Checking Encryption Status of Remote Windows Computers

Using the manage-bde command you can check the Bitlocker encryption status on both the local Windows computer but also remote devices on the local area network. For example, to check the encryption status of the C: drive on the computer “WS12345” the following command could be used

1manage-bde -status -computername WS12345 C: 

and the results might look something like this:

 1BitLocker Drive Encryption: Configuration Tool version 10.0.14393
 2Copyright (C) 2013 Microsoft Corporation. All rights reserved.
 4Computer Name: WS12345
 6Volume C: [OSDisk]
 7[OS Volume]
 9Size:                 237.99 GB
10BitLocker Version:    2.0
11Conversion Status:    Fully Encrypted
12Percentage Encrypted: 100.0%
13Encryption Method:    AES 256 with Diffuser
14Protection Status:    Protection On
15Lock Status:          Unlocked
16Identification Field: None
17Key Protectors:
18Numerical Password

Expanding on this we could wrap some PowerShell around the command and read in a list of hostnames from a text file and report on the encryption status of each.

Firstly we need to format the output of manage-bde to only show us the value of the “Conversion Status” field- PowerShell’s string manupulation can come in handy here- we can locate the “Conversion Status” line, check that it is present (if the computer is not on the network, or access is denied the manage-bde command will not return a status), and then trim back the line so we only have the value of the field. For example:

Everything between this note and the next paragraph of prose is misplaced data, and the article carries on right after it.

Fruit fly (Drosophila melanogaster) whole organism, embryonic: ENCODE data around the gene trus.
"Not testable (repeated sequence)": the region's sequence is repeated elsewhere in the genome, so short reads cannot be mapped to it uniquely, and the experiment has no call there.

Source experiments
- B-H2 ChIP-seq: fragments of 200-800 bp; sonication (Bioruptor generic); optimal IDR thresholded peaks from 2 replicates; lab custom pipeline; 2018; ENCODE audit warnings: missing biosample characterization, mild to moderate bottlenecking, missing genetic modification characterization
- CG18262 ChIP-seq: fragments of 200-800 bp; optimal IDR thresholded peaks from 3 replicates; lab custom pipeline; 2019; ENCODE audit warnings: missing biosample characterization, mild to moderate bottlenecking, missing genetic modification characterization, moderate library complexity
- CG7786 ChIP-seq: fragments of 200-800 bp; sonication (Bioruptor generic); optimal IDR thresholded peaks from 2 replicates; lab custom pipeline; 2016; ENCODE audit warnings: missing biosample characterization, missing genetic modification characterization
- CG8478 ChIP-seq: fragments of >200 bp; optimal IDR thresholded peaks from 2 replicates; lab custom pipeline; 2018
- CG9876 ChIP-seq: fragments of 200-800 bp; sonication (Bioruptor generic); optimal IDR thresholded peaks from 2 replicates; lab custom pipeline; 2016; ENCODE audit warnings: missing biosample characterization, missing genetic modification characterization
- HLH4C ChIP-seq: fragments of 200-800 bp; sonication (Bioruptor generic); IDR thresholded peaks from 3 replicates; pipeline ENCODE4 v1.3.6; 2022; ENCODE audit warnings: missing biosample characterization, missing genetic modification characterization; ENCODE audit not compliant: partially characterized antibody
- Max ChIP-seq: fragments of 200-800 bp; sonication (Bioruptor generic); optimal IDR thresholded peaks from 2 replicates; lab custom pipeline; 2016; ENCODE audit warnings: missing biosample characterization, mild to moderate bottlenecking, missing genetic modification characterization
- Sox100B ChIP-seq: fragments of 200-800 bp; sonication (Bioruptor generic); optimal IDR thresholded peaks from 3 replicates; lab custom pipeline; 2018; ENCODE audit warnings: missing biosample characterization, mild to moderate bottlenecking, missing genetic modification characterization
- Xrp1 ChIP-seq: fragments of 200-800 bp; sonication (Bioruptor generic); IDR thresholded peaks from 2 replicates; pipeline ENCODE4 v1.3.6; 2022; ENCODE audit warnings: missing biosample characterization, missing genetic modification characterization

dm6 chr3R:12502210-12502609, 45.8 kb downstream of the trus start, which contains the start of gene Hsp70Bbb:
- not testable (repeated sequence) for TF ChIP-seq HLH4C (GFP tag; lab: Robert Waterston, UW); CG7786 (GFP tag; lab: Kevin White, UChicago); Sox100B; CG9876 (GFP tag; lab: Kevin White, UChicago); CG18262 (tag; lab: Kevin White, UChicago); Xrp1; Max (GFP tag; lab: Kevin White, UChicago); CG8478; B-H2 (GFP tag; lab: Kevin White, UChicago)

1#Check the Encryption Status of the C: drive, filter to the Conversion Status line
 2$EncryptionStatus=(manage-bde -status -computername "$hostname" C: | where {$_ -match 'Conversion Status'})
 3#Check a status was returned.
 4if ($EncryptionStatus)
 5    {
 6        #Status was returned, tidy up the formatting
 7        $EncryptionStatus=$EncryptionStatus.Split(":")[1].trim()
 8    }
 9    else
10    {
11        #Status was not returned. Explain why in the output
12        $EncryptionStatus="Not Found On Network (or access denied)"
13    }

Once this is working, it’s just a case of reading in the text file using the get-content cmdlet and outputting a result. The full code (Get-EncryptionStatus.ps1) I used is available for downloading and/or improving on GitHub here-